Top 10 food trends to watch out for in 2020, according to Whole Foods

Whole Foods Market just released its list of 2020 food trends to watch for and topping the list of predictions is a continued focus on environmentally conscious eats. From alternate nut butters to West African flavors to fancy nonalcoholic drinks, Whole Foods lists what you can expect to see on shelves next year. Here’s the range of general agricultural concepts, ingredients, and products Whole Foods bets you’ll be devouring.

Zero-alcoholic drinks

Whole Foods

Non-alcoholic happy hour? Yep! Zero-proof drinks are expected to become more popular as a growing number of people, especially millenials seek out alternatives to alcohol, Whole Foods said. Whether you call them mocktails, zero-proof or spirit-free drinks, non-alcoholic beverages are becoming a staple at happy hours around the country.

Regenerative Agriculture

White Leaf Provisions centers its message around “Healthy Soil, Healthy Food”. It's about being entirely focused on leaving a better world for the next generation. While still a slightly undefined term, the practice of “regenerative agriculture” is all about farming concepts that benefit the land as opposed to hurt it. Regenerative farming practices help to reduce greenhouse gases and replenish soil, all while making a positive impact on both farm workers and animals. While these practices are commonplace in smaller farms, we are seeing more large scale companies lean into the importance of this movement. Some successful brands include Annies, Epic Provisions. Alter Eco, Maple Hill Creamery and White Leaf Provisions.

Sugar alternatives

Whole Foods

Alternative sugars are popping up everywhere, including including syrupy reductions from fruit sources like monk fruit, pomegranates, coconut, and dates, according to Whole Foods.

The brands to watch (in their stores) include: “Just Pomegranate Syrup, Lakanto Monk Fruit Sweeteners, D’vash Sweet Potato Nectar, and Birch Benders Monk Fruit Sweetened Pancake Syrup in Classic Maple.” Plus, Swerve, an erythritol-based sugar replacement.

Kid-friend(lier) foods

Whole Foods

Think organic chicken nuggets and non-breaded salmon fish sticks. For shoppers raising the next generation of little shoppers, there’s a growing “kids’ menu” of choices, including roasted seaweed and lemon basil chia shortbread cookies. Brands are increasingly rethinking food for kids, especially as millennials begin having families, according to Whole Foods.

Restaurants and food brands are upgrading old-school kids’ menus to include things like pastas made from alternative flours and more.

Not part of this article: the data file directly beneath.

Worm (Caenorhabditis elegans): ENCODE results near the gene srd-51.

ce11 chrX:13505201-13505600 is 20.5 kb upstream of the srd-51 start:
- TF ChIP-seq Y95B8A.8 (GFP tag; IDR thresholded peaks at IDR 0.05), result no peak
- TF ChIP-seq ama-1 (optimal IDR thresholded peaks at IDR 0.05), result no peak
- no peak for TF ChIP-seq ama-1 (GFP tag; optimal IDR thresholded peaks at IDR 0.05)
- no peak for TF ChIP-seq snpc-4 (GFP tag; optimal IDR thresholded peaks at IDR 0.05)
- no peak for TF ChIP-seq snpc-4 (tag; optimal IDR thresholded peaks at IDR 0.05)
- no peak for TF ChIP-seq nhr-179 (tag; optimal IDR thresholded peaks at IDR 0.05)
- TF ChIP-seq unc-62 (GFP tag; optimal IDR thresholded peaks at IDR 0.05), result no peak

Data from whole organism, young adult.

Meat and plant protein blends

Burgers...just less meaty! Take a traditional beef patty, replace some of it with a filler like fresh mushrooms, and you’ve got a recipe that’s a little healthier and better for the planet. Lots of meat companies are trying this with their own variations that spread into other products like beef-quinoa-and-veggie meatballs

Plant- based alternatives to soy

In 2020, even"the trendiest brands are slowing down on soy," according to Whole Foods. 

Some brands are replacing soy with mung beans, hemp seed, and watermelon seeds. 

Nuttier butter spreads

Watermelon seeds and macadamia nuts are two additions for brands trying make peanut-butter-like products. The idea is brands are looking to not only create plant-based butters but more importantly eliminate the use of palm oil or at least use a smartly sourced version.

Food and Vegetable Flours

Whole Foods

How does banana flour sound? Alternative flours made from fruits and vegetables will continue to show up in the baking aisle but also look for them in the packaged food aisles as companies market tortilla chips, doughnuts and other goods made from alternative flours. "2020 will bring more interesting fruit and vegetable flours (like banana!) into home pantries, with products like cauliflower flour in bulk and baking aisles, rather than already baked into crusts and snack products," the company writes. 

Hints of West African flavour

You’ll likely see ancient grans like Fonio, teff and millet in more dishes and on grocery shelves. Indigenous ingredients with “super” benefits like mooring and tamarind will also make their way into ever more juices, condiments, and vegetable-based mix-in powders.

Refrigerated healthier snacks

Encouraging healthier grab and go snacks is the idea behind moving snacks out of your pantry and into your fridge thanks to the addition of fresh fruits and vegetables to nutrition bars, even hard-boiled eggs with savory toppings, pickled vegetables, and more.

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